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Neurofilament light chain and C reactive protein explored as predictors of survival in amyotrophic lateral sclerosis
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  • Published on:
    Answer to response of professor Kawada

    Our findings demonstrate that serum C-reactive protein (CRP) does not predict survival in amyotrophic lateral sclerosis (ALS), neither in a univariate model nor in a multivariate model including other established prognostic factors for survival in ALS. In contrast, in a similar multivariate model, serum neurofilament light chain (NfL) is an independent predictor of survival in ALS. Further, we investigated the combination of serum CRP and NfL within the same multivariate survival model. The results indicated that elevated levels of serum NfL (Hazard ratio: 1.83 [95% CI: 1.23-2.74] p = 0.003), but not of serum CRP (Hazard ratio: 0.93 [95% CI = 0.63-1.37], p = 0.7), are associated with a shorter survival in ALS. From these data, we can conclude that there is no evidence that combining both markers would improve the prediction of survival in ALS.

    Moreover, we determined the disease progression rate (DPR) at time of sampling for 368 patients with ALS. The DPR was calculated as (48 – ALS-FRS-R)/(disease duration). We found a significant correlation between the DPR and serum NfL levels (rs = 0.519 [95% CI = 0.437-0.592], p < 0.0001) as well as serum CRP levels (rs = 0.294 [95% CI = 0.194-0.387], p < 0.0001). Accordingly, patients with a DPR in the upper quartile had significantly elevated levels of serum NfL (median [range]: 183 [11.1-738] pg/mL vs. 67.9 [0.300-262] pg/mL, p < 0.0001) and serum CRP (median [range]: 0.336 [0.0150-30.0] mg/dL vs. 0.0775 [0.0150-2.7...

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    Conflict of Interest:
    None declared.
  • Published on:
    RE: Neurofilament light chain and C reactive protein explored as predictors of survival in amyotrophic lateral sclerosis

    De Schaepdryver et al. assessed the prognostic ability of serum neurofilament light chain (NfL) and C-reactive protein (CRP) in patients with amyotrophic lateral sclerosis (ALS) (1). Although two indicators can significantly predict the prognosis, the superiority by the combination of NfL and CRP should be checked for the analysis. I want to discuss NfL and ALS prognosis from recent publications.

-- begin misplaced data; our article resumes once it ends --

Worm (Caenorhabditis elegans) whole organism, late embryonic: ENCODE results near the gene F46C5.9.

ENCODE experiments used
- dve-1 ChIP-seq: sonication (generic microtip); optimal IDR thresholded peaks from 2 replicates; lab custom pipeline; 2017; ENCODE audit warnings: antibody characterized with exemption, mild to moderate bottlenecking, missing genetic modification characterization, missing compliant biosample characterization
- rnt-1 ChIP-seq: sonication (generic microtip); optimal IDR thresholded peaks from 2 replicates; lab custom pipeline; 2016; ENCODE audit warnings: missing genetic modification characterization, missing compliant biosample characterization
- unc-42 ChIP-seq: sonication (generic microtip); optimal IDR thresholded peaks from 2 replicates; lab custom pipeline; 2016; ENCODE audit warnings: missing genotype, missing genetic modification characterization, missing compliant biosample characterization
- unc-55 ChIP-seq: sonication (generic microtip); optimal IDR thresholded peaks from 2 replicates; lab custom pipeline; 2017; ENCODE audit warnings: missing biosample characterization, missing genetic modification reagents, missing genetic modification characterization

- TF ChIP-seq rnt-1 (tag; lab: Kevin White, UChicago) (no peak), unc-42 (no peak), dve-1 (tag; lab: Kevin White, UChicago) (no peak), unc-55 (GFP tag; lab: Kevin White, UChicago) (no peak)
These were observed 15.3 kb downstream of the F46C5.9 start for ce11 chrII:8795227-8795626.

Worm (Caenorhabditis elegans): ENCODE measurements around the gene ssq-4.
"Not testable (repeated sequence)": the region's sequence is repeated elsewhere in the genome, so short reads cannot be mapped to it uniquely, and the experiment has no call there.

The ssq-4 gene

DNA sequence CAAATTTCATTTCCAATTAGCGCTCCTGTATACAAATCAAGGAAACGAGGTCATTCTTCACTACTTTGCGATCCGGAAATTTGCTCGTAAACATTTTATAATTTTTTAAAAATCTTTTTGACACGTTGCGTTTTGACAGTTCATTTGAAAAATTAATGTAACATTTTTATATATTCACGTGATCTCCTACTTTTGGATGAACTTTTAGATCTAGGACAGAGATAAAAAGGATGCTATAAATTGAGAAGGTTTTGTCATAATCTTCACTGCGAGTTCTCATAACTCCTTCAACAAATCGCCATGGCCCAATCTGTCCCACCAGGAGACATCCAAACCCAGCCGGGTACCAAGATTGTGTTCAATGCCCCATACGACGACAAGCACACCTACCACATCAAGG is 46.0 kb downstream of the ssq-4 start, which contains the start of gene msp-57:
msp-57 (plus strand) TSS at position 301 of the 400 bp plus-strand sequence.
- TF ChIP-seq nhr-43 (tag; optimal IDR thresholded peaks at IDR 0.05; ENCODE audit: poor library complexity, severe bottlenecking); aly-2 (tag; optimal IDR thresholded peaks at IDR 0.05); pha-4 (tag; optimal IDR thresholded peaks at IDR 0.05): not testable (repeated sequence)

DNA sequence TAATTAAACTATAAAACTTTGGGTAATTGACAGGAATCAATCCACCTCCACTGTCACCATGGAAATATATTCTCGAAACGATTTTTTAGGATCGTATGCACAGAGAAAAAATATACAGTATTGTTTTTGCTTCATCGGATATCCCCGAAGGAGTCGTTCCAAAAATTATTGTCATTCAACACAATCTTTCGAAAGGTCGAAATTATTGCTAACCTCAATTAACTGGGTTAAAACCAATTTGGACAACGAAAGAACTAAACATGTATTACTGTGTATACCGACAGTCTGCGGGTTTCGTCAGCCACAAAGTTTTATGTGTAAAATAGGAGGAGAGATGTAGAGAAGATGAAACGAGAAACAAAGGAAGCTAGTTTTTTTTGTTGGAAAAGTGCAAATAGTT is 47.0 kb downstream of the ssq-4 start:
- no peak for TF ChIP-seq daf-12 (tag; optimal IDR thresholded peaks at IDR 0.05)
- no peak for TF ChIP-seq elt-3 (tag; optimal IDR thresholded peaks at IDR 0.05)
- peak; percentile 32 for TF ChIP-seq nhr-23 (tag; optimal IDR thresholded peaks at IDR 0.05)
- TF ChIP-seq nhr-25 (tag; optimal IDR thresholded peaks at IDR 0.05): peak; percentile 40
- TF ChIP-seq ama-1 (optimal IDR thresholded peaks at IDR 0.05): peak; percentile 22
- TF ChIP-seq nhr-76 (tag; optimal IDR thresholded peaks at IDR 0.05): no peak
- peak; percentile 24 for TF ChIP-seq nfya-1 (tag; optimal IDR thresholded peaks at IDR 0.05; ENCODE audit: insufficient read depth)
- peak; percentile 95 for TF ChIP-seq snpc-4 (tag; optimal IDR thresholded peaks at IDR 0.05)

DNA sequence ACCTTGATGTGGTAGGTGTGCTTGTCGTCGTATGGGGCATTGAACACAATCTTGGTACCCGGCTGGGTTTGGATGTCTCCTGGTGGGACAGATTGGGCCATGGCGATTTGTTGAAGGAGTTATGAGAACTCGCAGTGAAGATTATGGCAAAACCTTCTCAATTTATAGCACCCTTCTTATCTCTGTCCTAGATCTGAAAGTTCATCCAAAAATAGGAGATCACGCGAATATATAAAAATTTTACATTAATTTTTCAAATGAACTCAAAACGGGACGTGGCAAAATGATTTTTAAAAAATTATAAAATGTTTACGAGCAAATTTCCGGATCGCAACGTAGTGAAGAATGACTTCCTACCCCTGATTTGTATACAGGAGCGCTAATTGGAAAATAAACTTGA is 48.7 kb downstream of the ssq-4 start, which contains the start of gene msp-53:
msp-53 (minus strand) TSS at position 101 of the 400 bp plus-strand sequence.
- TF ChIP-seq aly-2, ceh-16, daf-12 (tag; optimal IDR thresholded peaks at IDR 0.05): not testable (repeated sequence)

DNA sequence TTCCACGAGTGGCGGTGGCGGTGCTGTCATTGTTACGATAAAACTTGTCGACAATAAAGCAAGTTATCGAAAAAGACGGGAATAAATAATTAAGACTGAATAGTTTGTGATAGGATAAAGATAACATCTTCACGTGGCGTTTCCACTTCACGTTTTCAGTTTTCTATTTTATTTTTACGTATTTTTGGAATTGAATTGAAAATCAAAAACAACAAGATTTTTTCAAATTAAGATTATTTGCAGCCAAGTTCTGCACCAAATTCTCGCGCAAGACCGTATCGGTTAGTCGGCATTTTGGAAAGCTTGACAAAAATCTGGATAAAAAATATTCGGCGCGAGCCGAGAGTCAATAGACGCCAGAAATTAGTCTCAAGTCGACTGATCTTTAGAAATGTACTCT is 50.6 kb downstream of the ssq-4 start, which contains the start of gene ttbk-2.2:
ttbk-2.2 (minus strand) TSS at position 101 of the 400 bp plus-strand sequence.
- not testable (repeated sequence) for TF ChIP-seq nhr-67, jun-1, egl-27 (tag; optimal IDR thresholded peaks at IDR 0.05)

Verde et al. conducted a prospective study to determine the diagnostic and prognostic performance of serum NfL in patients with ALS (2). Serum NfL positively correlated with disease progression rate in patients with ALS, and higher levels were significantly associated with shorter survival. In addition, serum NfL did not differ among patients in different ALS pathological stages, and NfL levels were stable over time within each patient.

    Regarding the first query, Thouvenot et al. reported that serum NfL could be used as a prognostic marker for ALS at the time of diagnosis (3). Gille et al. recognized the relationship of serum NfL with motor neuron degeneration in patients with ALS (4). They described that serum NfL was significantly associated with disease progression rate and survival, and it could be recommended as a surrogate biomarker of ALS. These two papers presented no information whether NfL can be used for monitoring of ALS progression in each patient.

    De Schaepdryver et al. used two indicators, and I suspect that the authors can present information r...

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    Conflict of Interest:
    None declared.